As mentioned above, each bag structure 26 must be folded into a compact shape for storage inside the carrier 14. The folded size and shape of he compact shape is important in order for the bag structure 26 to fit inside the carrier 14. The method used to fold the bag structure 26 is also important so that the size indentification means printed on each bag structure 26 is visible when the bag structure 26 is stored inside the carrier 14.
FIGS. 8(a)-(b) depict how each bag structure 26 is folded into a compact shape. In FIG. 8(a), the bag structure 26 is first held vertically with the bag opening extended upward. The bottom surface 31 is folded upward over the lower section of the bag structure 26 and becomes visible when viewed from the side. As shown in FIG. 8(b), the top section of the bag structure 26 is folded downward over the middle section of the bag structure 26. As shown in FIG. 8(c), the top and middle sections are then folded downward over the bottom section of the bag structure 26 to form a rectangular, one-third section shape 50. Shape 50, shown in FIG. 8(d), is then folded in half along the transverse axis 33 to form a square, one sixth section shape 52, shown in FIG. 8(e). After the square, one sixth section shape 52 is formed, it is rotated so that the edge formed after folding along the transverse axis 33 positioned on top and the lower edge 53 of shape 52 are oriented in a horizontal position.
Once the square, one sixth section 52 is formed and properly oriented, it can then be aligned vertically and placed on edge 53 inside carrier 14. When placed in the carrier 14 in this matter, the edge along transverse axis 33 is visible when viewed from the top. After the first bag structure 26 is folded and placed inside the carrier 14, the remaining bag structures 26 in the set of shopping bags 25 are folded in the same manner and placed inside the carrier 14.
The bag structures 26 may be made out of nylon, fabric, or paper material. Depending upon the thickness of the materials used, the bag structures 26 may have different folding characteristics. To facilitate proper folding of the bag structures 26, a plurality of fold lines, shown in FIGS. 6 and 8(a)-(e), may be manufactured or printed on each bag structure 26. In the preferred embodiment, the fold lines comprise two horizontal fold lines 63 and one vertical fold line 65. The horizontal fold lines 63 are located on the front, back, and side surfaces, 27, 28, 29, 30, respectively, of each bag structure 26 which enables it to be folded into three equal sections: an upper section, a middle section, and a lower section. A vertical fold line 65 is located the front 27 and back 28 surfaces of the bag structure 26 which enables it to be folded into two equal left and right sections.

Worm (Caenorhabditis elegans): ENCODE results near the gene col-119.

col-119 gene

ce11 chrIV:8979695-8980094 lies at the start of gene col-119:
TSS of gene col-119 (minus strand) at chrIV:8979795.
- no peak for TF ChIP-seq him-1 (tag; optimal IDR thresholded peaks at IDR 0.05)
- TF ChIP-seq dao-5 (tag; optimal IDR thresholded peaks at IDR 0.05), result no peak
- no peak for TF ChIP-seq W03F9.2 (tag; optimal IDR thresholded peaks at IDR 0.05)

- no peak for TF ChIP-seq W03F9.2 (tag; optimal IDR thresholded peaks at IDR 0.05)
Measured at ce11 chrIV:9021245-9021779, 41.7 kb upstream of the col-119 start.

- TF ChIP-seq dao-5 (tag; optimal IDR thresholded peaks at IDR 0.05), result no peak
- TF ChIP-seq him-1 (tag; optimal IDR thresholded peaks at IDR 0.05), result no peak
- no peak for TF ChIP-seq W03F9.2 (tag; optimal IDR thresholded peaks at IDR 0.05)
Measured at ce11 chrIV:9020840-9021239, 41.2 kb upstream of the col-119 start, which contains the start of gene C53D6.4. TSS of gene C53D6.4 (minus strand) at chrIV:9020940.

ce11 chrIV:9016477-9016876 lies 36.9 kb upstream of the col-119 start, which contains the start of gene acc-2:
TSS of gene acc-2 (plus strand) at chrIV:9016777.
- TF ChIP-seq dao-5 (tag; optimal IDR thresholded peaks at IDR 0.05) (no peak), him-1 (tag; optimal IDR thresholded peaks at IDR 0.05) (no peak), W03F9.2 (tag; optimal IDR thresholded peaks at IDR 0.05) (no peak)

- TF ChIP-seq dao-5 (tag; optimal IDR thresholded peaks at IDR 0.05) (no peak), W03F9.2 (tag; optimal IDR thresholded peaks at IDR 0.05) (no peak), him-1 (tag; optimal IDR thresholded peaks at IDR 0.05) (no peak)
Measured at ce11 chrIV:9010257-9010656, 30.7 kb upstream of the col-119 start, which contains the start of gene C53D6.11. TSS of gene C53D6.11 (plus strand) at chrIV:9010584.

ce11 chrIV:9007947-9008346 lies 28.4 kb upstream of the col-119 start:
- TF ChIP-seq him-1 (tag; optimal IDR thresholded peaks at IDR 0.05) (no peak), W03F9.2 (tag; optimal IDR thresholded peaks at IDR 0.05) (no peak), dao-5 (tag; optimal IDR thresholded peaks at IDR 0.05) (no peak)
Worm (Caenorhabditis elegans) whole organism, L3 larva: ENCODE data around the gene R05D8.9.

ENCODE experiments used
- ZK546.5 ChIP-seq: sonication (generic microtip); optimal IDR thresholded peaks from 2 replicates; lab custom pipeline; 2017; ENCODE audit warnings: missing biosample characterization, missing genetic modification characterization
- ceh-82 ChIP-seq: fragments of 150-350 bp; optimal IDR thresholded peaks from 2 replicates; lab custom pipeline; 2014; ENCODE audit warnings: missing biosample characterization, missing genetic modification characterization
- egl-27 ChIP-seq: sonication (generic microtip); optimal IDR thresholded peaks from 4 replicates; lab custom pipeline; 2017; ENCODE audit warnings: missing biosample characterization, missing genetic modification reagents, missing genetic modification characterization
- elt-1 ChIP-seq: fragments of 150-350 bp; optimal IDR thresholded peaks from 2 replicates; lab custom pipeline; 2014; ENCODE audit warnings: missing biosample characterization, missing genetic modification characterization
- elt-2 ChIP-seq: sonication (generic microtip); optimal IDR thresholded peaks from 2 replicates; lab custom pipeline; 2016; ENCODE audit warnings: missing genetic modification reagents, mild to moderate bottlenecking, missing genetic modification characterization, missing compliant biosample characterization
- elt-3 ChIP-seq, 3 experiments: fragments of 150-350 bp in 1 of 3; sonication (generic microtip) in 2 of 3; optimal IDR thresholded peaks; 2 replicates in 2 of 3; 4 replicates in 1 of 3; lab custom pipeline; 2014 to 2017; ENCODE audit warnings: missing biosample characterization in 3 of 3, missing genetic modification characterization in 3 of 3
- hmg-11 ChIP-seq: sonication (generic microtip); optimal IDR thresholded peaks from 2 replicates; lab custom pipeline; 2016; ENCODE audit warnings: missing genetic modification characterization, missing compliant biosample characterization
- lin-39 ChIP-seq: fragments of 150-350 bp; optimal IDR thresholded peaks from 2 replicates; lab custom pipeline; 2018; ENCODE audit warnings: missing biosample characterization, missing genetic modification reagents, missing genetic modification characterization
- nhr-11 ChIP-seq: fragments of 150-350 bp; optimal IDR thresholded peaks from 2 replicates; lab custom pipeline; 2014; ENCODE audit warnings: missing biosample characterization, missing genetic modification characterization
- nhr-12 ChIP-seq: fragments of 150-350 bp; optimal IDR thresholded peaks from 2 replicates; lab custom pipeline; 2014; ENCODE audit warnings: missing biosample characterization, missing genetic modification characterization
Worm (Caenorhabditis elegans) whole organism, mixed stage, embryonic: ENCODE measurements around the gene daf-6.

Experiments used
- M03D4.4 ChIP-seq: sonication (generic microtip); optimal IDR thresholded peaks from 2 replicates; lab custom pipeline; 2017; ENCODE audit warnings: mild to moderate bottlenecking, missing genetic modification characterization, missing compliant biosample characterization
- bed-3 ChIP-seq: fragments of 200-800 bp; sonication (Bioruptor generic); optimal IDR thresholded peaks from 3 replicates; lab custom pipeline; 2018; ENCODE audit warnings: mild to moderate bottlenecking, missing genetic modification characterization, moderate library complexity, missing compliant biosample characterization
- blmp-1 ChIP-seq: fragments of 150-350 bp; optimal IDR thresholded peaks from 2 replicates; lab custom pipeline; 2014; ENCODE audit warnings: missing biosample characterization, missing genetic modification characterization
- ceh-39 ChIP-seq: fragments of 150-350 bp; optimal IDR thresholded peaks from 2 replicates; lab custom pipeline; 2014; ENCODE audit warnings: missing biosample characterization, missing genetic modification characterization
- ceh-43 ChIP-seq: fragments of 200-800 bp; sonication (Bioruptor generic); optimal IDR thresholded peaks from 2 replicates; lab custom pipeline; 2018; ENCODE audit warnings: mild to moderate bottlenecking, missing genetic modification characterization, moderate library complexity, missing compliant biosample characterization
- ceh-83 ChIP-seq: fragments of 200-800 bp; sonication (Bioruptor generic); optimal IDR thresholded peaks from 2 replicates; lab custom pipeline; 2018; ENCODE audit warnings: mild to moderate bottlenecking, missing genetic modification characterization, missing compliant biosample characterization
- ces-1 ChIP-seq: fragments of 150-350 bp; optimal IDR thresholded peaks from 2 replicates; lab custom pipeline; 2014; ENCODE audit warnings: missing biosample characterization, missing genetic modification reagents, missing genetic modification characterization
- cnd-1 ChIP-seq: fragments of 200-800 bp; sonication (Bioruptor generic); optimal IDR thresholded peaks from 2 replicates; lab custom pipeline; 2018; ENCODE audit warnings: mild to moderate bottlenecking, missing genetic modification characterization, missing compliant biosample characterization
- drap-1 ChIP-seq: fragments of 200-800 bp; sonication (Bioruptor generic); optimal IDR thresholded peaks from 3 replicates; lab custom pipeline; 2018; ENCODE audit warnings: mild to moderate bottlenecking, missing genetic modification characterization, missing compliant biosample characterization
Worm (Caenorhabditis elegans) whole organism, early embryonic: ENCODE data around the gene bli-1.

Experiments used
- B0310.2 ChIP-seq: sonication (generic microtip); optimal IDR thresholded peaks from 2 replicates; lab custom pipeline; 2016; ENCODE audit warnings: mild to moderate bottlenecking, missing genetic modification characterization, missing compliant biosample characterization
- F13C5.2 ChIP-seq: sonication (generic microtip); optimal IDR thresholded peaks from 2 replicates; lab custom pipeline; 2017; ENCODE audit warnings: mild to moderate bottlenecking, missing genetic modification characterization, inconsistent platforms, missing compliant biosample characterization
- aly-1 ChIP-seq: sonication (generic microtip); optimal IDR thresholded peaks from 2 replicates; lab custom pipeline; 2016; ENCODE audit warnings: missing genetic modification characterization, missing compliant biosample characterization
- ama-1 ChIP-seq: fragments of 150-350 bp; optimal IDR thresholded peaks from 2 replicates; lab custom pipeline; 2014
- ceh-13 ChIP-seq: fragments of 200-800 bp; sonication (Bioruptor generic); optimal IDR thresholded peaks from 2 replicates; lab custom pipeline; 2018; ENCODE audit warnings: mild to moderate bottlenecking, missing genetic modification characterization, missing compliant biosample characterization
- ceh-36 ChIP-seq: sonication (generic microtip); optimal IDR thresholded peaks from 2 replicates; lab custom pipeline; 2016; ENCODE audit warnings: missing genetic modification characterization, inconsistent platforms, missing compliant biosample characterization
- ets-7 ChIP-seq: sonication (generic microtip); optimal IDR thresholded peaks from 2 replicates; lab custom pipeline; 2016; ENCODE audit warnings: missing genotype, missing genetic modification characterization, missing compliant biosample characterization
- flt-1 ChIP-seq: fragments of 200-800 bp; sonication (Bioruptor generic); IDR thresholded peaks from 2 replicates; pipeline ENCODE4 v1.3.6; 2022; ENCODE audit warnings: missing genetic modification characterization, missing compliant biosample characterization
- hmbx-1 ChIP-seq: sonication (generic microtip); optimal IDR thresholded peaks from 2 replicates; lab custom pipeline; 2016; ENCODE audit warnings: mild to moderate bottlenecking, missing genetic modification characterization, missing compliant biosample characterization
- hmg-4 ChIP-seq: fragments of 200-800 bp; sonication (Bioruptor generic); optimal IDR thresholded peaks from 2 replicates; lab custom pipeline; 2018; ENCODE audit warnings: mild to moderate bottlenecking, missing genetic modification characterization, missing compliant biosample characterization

As shown in FIGS. 2-4, when the large bag structures 26a are folded, they form compact shapes measuring approximately 7 inches (L)×1/4 inches (W)×6 inches (H). When the medium bag structures 26b are folded, they form compact shapes measuring approximately 6 inches (L)×3/16 inch (W)×4 3/4 inches (H). When the small bag structures 26c are folded, they produce compact shapes measuring approximately 5 inches (L) ×3/16 inches (W)×4 inches (H). The number and size of bag structures 26 used in the set of shopping bags 25 with the system 10 depends upon the size of carrier 14, the size of the bag structures 26, and the material used to manufacture the bag structures 26.
As shown in FIGS. 1 and 4, a strap 34 may be attached to the carrier 14 which enables the user to carry the carrier 14 on his or her shoulder. One end of the strap 34 is attached to the right side panel 20 while the second opposite end is attached to the left side panel 21 of the carrier 14. The strap 34 has a sufficient length so that it may be placed over the user's shoulder during use. A strap length adjustment means, such as a buckle 37, may be attached to the strap 34 which enables the user to adjust the length of the strap. As shown in FIG. 4, the carrier 14 may also include a strap storage compartment 60 designed to house the strap 34 when not used. In the one embodiment, the compartment 60 is manufactured inside the carrier 14 along the inner surface of front panel 17 just below the opening into the carrier 14. In other embodiments, not shown, the strap compartment may be manufactured on the outside of the carrier 14. The compartment 60 is formed by attaching a strip 61 of fabric material horizontally across the inner surface of front panel 17. The vertical edges of the strip 61 is attached to the inner surfaces of the right and left side panels 20 and 21, respectively.